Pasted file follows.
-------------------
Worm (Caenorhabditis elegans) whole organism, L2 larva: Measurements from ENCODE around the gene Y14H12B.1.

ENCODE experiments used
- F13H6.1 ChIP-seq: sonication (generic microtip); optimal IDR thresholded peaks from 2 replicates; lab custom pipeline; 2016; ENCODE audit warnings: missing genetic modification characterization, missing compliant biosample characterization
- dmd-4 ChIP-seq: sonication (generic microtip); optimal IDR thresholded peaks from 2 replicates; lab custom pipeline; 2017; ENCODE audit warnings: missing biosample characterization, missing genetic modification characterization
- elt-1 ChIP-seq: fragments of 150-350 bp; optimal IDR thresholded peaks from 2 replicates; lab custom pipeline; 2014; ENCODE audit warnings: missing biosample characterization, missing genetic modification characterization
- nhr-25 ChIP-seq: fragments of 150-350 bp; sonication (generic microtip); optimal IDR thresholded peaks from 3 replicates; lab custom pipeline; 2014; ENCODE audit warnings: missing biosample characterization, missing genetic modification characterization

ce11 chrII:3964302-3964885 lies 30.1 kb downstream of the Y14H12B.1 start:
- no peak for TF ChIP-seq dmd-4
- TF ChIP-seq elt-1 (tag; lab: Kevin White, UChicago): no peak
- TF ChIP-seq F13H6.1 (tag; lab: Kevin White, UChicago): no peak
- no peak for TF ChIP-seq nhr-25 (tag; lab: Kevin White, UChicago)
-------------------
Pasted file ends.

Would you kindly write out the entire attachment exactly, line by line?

Worm (Caenorhabditis elegans) whole organism, L2 larva: Measurements from ENCODE around the gene Y14H12B.1.

ENCODE experiments used
- F13H6.1 ChIP-seq: sonication (generic microtip); optimal IDR thresholded peaks from 2 replicates; lab custom pipeline; 2016; ENCODE audit warnings: missing genetic modification characterization, missing compliant biosample characterization
- dmd-4 ChIP-seq: sonication (generic microtip); optimal IDR thresholded peaks from 2 replicates; lab custom pipeline; 2017; ENCODE audit warnings: missing biosample characterization, missing genetic modification characterization
- elt-1 ChIP-seq: fragments of 150-350 bp; optimal IDR thresholded peaks from 2 replicates; lab custom pipeline; 2014; ENCODE audit warnings: missing biosample characterization, missing genetic modification characterization
- nhr-25 ChIP-seq: fragments of 150-350 bp; sonication (generic microtip); optimal IDR thresholded peaks from 3 replicates; lab custom pipeline; 2014; ENCODE audit warnings: missing biosample characterization, missing genetic modification characterization

ce11 chrII:3964302-3964885 lies 30.1 kb downstream of the Y14H12B.1 start:
- no peak for TF ChIP-seq dmd-4
- TF ChIP-seq elt-1 (tag; lab: Kevin White, UChicago): no peak
- TF ChIP-seq F13H6.1 (tag; lab: Kevin White, UChicago): no peak
- no peak for TF ChIP-seq nhr-25 (tag; lab: Kevin White, UChicago)